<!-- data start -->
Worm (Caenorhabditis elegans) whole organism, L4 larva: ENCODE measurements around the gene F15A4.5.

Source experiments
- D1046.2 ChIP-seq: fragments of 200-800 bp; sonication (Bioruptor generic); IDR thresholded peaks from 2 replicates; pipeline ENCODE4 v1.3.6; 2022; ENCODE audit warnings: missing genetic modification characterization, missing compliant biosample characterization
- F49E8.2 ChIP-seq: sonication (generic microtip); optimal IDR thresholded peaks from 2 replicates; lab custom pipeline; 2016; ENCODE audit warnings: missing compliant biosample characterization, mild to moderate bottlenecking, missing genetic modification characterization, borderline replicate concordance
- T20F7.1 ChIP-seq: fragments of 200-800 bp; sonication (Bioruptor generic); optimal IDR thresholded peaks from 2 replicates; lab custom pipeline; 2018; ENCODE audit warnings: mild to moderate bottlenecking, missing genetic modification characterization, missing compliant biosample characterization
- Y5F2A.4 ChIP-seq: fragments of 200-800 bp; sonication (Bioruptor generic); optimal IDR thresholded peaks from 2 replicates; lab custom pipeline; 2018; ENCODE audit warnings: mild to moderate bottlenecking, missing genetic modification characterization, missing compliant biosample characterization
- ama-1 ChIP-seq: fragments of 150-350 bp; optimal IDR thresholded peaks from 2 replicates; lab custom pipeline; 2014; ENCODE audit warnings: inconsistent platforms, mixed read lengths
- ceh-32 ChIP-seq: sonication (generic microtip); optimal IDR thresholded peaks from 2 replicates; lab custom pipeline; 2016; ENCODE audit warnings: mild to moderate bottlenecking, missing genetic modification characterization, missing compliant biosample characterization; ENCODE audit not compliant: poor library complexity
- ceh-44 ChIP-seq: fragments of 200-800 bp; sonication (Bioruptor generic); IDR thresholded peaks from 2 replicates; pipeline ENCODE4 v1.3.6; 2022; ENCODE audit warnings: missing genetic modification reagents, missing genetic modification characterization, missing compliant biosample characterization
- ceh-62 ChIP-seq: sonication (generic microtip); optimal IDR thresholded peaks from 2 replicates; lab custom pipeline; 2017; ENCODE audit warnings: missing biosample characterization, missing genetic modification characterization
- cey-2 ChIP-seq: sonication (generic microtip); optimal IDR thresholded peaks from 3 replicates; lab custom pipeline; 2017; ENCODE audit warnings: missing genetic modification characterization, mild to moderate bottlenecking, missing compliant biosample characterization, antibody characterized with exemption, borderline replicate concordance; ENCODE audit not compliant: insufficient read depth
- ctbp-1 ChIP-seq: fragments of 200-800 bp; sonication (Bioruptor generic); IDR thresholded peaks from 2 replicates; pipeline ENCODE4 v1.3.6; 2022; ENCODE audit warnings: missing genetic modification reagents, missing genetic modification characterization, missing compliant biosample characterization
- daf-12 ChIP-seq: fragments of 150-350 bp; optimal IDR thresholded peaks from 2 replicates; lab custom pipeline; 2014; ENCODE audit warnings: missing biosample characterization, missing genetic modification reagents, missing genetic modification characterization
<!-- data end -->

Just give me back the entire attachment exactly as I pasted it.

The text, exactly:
Worm (Caenorhabditis elegans) whole organism, L4 larva: ENCODE measurements around the gene F15A4.5.

Source experiments
- D1046.2 ChIP-seq: fragments of 200-800 bp; sonication (Bioruptor generic); IDR thresholded peaks from 2 replicates; pipeline ENCODE4 v1.3.6; 2022; ENCODE audit warnings: missing genetic modification characterization, missing compliant biosample characterization
- F49E8.2 ChIP-seq: sonication (generic microtip); optimal IDR thresholded peaks from 2 replicates; lab custom pipeline; 2016; ENCODE audit warnings: missing compliant biosample characterization, mild to moderate bottlenecking, missing genetic modification characterization, borderline replicate concordance
- T20F7.1 ChIP-seq: fragments of 200-800 bp; sonication (Bioruptor generic); optimal IDR thresholded peaks from 2 replicates; lab custom pipeline; 2018; ENCODE audit warnings: mild to moderate bottlenecking, missing genetic modification characterization, missing compliant biosample characterization
- Y5F2A.4 ChIP-seq: fragments of 200-800 bp; sonication (Bioruptor generic); optimal IDR thresholded peaks from 2 replicates; lab custom pipeline; 2018; ENCODE audit warnings: mild to moderate bottlenecking, missing genetic modification characterization, missing compliant biosample characterization
- ama-1 ChIP-seq: fragments of 150-350 bp; optimal IDR thresholded peaks from 2 replicates; lab custom pipeline; 2014; ENCODE audit warnings: inconsistent platforms, mixed read lengths
- ceh-32 ChIP-seq: sonication (generic microtip); optimal IDR thresholded peaks from 2 replicates; lab custom pipeline; 2016; ENCODE audit warnings: mild to moderate bottlenecking, missing genetic modification characterization, missing compliant biosample characterization; ENCODE audit not compliant: poor library complexity
- ceh-44 ChIP-seq: fragments of 200-800 bp; sonication (Bioruptor generic); IDR thresholded peaks from 2 replicates; pipeline ENCODE4 v1.3.6; 2022; ENCODE audit warnings: missing genetic modification reagents, missing genetic modification characterization, missing compliant biosample characterization
- ceh-62 ChIP-seq: sonication (generic microtip); optimal IDR thresholded peaks from 2 replicates; lab custom pipeline; 2017; ENCODE audit warnings: missing biosample characterization, missing genetic modification characterization
- cey-2 ChIP-seq: sonication (generic microtip); optimal IDR thresholded peaks from 3 replicates; lab custom pipeline; 2017; ENCODE audit warnings: missing genetic modification characterization, mild to moderate bottlenecking, missing compliant biosample characterization, antibody characterized with exemption, borderline replicate concordance; ENCODE audit not compliant: insufficient read depth
- ctbp-1 ChIP-seq: fragments of 200-800 bp; sonication (Bioruptor generic); IDR thresholded peaks from 2 replicates; pipeline ENCODE4 v1.3.6; 2022; ENCODE audit warnings: missing genetic modification reagents, missing genetic modification characterization, missing compliant biosample characterization
- daf-12 ChIP-seq: fragments of 150-350 bp; optimal IDR thresholded peaks from 2 replicates; lab custom pipeline; 2014; ENCODE audit warnings: missing biosample characterization, missing genetic modification reagents, missing genetic modification characterization